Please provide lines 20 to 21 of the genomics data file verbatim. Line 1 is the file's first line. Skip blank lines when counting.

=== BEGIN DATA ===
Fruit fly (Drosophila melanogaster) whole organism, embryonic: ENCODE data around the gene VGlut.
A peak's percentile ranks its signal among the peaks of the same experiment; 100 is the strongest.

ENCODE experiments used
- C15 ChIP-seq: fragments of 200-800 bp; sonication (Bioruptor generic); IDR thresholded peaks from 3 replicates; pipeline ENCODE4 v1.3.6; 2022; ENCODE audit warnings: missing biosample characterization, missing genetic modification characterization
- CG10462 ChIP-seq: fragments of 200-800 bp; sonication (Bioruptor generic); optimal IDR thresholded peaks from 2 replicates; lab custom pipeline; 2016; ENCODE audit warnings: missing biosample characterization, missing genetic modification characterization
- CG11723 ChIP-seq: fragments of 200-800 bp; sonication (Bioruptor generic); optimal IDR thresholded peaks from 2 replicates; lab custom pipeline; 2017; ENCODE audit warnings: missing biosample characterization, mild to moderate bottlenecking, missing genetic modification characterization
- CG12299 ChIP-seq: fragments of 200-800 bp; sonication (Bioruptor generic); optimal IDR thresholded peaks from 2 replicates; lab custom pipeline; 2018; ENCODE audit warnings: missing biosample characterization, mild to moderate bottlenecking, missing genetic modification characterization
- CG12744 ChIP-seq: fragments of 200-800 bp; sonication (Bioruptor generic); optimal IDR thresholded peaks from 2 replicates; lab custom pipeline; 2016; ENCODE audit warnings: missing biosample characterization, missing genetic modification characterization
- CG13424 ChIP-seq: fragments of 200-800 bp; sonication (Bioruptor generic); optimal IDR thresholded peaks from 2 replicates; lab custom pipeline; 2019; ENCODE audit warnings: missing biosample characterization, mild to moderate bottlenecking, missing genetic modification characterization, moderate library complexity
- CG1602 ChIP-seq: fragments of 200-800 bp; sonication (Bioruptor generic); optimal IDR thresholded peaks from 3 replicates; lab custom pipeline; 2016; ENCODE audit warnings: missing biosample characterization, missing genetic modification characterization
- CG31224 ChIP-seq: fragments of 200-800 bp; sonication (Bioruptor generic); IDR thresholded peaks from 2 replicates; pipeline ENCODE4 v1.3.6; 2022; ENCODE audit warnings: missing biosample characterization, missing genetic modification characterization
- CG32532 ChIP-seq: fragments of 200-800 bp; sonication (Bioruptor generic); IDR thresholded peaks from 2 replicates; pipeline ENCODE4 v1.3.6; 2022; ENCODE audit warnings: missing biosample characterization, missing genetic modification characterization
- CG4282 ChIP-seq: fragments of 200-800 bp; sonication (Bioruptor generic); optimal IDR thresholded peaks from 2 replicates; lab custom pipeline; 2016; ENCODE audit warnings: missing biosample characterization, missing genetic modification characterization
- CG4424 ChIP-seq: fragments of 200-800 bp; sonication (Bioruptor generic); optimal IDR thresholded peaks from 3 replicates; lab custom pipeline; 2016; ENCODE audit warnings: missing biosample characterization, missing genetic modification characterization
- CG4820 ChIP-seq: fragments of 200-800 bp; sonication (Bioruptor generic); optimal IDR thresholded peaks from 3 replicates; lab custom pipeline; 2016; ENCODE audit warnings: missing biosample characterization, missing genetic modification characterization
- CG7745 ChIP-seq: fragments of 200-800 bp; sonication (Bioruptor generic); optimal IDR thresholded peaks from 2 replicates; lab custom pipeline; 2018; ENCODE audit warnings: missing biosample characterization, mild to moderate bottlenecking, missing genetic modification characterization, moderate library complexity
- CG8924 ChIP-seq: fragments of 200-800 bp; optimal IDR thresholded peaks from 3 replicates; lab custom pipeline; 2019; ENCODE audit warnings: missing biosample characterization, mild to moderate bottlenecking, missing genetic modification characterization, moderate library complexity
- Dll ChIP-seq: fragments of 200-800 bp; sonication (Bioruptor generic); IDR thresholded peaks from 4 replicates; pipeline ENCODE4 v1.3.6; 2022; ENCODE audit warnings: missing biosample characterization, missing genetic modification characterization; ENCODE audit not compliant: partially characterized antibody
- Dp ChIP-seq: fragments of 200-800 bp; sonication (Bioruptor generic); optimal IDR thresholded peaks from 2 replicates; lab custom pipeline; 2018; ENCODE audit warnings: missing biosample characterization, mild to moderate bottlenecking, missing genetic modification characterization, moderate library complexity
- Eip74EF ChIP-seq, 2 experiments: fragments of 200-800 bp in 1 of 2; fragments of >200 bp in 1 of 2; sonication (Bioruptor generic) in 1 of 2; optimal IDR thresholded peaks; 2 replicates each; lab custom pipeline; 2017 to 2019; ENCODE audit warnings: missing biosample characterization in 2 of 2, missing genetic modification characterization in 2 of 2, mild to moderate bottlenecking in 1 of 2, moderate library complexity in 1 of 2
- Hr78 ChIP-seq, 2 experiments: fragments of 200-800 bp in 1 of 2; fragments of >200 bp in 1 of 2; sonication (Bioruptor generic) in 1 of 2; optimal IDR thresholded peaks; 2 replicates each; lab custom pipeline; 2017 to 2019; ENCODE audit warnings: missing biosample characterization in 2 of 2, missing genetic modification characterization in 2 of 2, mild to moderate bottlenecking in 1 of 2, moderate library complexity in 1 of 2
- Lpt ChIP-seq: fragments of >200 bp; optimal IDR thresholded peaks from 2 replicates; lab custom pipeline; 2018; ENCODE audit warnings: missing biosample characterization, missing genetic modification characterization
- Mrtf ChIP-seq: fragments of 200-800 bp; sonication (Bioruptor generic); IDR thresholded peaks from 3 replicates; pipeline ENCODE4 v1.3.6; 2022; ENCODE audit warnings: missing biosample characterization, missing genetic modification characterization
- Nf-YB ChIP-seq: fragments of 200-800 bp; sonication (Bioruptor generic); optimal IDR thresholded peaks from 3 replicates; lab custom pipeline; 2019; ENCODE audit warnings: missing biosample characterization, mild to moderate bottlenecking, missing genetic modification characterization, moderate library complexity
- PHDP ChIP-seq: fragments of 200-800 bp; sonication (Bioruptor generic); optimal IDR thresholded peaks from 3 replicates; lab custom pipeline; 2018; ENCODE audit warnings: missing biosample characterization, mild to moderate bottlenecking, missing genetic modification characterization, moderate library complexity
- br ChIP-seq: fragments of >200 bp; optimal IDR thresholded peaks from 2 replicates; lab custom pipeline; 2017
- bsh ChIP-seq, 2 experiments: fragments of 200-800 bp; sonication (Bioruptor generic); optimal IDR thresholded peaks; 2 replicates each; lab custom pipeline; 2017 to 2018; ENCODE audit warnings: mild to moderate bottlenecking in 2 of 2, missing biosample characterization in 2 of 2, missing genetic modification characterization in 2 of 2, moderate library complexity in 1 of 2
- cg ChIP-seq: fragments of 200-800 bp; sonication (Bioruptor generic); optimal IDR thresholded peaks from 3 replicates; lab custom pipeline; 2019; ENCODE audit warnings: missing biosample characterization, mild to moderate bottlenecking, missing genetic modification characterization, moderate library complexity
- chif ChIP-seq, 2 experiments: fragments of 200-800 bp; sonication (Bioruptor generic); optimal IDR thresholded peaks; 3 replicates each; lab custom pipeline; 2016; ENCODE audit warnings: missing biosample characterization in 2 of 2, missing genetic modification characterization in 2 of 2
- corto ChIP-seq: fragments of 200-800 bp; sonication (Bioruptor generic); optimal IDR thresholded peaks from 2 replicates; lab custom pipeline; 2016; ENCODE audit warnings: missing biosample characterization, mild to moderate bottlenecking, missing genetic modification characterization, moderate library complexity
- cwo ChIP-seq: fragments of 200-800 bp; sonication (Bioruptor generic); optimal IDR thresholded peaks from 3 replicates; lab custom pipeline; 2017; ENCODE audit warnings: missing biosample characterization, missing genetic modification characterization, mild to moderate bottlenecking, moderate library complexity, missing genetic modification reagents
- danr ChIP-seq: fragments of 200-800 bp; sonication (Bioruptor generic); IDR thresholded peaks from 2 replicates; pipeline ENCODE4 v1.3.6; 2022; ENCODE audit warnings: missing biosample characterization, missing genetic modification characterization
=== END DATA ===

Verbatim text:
- Eip74EF ChIP-seq, 2 experiments: fragments of 200-800 bp in 1 of 2; fragments of >200 bp in 1 of 2; sonication (Bioruptor generic) in 1 of 2; optimal IDR thresholded peaks; 2 replicates each; lab custom pipeline; 2017 to 2019; ENCODE audit warnings: missing biosample characterization in 2 of 2, missing genetic modification characterization in 2 of 2, mild to moderate bottlenecking in 1 of 2, moderate library complexity in 1 of 2
- Hr78 ChIP-seq, 2 experiments: fragments of 200-800 bp in 1 of 2; fragments of >200 bp in 1 of 2; sonication (Bioruptor generic) in 1 of 2; optimal IDR thresholded peaks; 2 replicates each; lab custom pipeline; 2017 to 2019; ENCODE audit warnings: missing biosample characterization in 2 of 2, missing genetic modification characterization in 2 of 2, mild to moderate bottlenecking in 1 of 2, moderate library complexity in 1 of 2